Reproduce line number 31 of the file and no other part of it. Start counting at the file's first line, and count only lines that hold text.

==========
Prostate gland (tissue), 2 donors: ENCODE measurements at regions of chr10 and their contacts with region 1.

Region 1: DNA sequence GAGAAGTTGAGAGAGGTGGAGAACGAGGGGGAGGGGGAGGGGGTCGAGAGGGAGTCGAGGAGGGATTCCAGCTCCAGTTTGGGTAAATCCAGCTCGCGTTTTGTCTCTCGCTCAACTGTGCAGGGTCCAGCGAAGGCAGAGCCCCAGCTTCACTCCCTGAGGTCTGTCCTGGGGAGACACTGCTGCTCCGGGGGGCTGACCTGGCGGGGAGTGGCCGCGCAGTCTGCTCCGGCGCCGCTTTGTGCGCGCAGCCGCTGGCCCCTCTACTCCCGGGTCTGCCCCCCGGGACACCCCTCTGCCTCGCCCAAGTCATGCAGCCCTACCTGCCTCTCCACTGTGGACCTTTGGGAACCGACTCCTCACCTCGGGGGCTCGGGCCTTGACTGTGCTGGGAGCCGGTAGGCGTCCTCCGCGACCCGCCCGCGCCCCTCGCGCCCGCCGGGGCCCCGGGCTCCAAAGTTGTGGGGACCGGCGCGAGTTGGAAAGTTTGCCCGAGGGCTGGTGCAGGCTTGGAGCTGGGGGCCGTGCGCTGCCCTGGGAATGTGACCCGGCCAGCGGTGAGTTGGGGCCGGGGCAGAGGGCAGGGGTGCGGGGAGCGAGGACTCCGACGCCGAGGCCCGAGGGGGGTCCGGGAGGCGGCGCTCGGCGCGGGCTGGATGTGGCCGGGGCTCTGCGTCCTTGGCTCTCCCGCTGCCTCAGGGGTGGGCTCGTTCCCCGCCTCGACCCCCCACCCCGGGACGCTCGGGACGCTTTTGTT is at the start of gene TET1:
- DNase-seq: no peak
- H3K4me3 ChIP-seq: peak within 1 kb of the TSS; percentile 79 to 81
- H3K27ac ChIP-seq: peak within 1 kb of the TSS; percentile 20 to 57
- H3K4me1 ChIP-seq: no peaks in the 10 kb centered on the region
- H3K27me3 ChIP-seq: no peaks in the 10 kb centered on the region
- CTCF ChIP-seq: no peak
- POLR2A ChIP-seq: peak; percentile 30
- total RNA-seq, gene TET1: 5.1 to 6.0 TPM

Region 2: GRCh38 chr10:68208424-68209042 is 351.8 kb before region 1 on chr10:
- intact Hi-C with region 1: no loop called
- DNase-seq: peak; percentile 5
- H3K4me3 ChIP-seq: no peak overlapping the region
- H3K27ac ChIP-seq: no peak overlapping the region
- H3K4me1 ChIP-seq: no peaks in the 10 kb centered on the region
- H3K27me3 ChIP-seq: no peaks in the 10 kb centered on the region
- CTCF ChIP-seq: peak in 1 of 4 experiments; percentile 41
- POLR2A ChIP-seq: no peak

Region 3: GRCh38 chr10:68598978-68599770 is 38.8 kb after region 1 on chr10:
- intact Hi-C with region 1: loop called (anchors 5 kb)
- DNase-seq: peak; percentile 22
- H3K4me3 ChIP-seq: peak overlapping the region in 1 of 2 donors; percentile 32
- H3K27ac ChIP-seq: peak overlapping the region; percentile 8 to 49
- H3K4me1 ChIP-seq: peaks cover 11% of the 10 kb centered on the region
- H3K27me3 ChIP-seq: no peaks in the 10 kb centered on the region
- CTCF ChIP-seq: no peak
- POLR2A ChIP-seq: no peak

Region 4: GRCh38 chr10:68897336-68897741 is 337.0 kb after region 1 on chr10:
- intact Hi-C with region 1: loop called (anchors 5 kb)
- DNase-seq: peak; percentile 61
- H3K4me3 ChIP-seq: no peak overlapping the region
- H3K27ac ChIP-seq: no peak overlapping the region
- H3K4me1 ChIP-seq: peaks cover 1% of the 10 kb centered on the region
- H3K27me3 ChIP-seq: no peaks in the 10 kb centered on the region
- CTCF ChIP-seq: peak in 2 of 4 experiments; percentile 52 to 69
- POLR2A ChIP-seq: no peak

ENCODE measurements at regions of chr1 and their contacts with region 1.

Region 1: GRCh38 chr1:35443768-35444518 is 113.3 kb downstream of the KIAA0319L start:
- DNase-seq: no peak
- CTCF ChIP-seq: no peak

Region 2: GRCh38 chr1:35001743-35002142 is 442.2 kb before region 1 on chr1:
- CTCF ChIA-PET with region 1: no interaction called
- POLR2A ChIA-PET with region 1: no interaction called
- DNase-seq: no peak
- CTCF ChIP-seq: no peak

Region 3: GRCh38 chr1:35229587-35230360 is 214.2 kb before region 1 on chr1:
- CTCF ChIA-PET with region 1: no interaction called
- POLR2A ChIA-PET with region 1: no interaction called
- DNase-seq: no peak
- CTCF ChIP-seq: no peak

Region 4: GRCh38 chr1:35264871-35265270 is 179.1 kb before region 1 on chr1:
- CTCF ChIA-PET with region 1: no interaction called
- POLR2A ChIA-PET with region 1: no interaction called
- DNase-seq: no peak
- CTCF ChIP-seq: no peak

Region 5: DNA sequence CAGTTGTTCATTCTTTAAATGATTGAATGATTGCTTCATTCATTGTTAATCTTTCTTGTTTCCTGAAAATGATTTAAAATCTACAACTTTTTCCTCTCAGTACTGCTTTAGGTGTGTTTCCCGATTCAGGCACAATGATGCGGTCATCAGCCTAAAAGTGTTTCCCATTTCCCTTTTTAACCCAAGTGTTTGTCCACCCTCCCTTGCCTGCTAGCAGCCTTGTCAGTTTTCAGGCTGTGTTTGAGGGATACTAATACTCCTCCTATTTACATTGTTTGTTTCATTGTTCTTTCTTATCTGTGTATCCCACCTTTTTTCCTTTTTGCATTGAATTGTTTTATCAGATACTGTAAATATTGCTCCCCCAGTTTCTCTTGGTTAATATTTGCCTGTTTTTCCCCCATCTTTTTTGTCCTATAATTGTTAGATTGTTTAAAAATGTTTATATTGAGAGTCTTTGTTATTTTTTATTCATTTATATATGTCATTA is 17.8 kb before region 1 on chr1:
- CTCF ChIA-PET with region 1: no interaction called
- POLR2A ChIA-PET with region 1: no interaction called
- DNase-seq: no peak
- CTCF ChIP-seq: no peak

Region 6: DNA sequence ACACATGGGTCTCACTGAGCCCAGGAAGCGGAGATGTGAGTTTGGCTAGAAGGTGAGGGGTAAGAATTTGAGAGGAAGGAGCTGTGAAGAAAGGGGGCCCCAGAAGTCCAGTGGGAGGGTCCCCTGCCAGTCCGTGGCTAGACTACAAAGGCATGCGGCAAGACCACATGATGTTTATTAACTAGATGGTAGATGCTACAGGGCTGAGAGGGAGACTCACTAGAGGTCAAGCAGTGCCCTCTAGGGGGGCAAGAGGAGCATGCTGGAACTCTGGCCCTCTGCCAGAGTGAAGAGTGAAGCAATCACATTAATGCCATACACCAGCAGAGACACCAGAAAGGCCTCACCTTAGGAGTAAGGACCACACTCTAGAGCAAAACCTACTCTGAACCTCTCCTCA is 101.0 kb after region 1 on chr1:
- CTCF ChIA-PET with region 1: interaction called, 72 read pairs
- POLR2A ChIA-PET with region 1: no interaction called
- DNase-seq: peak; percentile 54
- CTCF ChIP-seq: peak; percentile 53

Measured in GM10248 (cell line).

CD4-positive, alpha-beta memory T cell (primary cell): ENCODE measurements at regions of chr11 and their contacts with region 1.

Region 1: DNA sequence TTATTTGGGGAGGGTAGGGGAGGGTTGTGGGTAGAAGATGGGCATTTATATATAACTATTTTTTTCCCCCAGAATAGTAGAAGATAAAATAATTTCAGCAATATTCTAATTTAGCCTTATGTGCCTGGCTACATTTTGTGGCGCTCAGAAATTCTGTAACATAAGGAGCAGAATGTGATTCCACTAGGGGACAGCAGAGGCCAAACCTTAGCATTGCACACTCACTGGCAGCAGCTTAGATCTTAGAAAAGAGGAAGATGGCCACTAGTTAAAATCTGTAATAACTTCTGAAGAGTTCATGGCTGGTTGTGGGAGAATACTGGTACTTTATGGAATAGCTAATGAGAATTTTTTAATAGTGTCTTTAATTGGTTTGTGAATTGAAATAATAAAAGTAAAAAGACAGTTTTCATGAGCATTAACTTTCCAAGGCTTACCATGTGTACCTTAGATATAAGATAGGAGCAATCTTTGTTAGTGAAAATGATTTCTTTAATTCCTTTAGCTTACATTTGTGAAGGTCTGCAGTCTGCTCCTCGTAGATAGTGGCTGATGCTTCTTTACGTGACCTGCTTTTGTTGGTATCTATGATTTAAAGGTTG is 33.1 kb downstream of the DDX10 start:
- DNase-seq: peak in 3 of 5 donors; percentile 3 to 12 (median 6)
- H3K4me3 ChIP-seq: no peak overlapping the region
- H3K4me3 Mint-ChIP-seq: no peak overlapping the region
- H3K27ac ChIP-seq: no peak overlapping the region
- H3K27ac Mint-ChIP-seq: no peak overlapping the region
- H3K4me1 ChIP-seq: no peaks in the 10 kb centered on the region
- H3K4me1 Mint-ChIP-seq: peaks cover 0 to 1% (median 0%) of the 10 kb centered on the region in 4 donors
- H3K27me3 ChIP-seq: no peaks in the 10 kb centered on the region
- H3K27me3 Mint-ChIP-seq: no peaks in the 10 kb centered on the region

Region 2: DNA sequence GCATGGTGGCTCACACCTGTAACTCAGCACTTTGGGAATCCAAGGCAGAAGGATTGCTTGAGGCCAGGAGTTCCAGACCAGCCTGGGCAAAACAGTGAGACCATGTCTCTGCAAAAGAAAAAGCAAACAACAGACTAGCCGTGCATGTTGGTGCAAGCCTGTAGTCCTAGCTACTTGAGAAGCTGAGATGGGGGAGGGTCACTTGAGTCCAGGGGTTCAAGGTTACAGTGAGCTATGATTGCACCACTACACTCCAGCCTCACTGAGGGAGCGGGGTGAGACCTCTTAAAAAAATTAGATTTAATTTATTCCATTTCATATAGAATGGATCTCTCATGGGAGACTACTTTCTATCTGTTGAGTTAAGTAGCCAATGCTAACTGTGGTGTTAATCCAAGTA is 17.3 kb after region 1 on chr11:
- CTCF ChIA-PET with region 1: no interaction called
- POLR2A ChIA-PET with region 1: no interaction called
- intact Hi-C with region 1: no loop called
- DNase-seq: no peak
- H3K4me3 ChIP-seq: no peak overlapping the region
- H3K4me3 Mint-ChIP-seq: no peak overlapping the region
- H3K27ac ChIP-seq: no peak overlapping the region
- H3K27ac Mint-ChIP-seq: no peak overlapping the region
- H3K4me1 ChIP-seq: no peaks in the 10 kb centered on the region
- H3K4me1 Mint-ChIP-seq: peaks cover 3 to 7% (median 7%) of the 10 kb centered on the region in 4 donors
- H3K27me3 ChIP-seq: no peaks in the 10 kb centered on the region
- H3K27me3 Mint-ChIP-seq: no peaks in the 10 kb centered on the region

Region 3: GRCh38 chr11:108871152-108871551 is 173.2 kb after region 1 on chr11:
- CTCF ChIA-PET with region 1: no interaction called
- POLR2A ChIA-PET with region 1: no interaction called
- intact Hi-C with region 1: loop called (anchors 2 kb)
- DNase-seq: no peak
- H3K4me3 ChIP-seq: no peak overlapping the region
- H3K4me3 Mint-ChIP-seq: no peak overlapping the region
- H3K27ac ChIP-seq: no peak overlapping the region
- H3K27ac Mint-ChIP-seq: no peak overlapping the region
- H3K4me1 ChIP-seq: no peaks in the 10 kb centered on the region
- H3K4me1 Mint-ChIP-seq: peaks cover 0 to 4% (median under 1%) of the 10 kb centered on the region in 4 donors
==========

- DNase-seq: peak; percentile 61